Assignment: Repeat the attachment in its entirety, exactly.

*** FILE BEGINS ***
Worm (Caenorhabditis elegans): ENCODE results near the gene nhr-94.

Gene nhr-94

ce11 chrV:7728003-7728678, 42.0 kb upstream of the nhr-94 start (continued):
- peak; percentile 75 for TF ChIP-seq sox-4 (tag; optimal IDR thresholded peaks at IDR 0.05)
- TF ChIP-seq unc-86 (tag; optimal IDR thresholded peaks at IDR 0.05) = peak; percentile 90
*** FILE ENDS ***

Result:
Worm (Caenorhabditis elegans): ENCODE results near the gene nhr-94.

Gene nhr-94

ce11 chrV:7728003-7728678, 42.0 kb upstream of the nhr-94 start (continued):
- peak; percentile 75 for TF ChIP-seq sox-4 (tag; optimal IDR thresholded peaks at IDR 0.05)
- TF ChIP-seq unc-86 (tag; optimal IDR thresholded peaks at IDR 0.05) = peak; percentile 90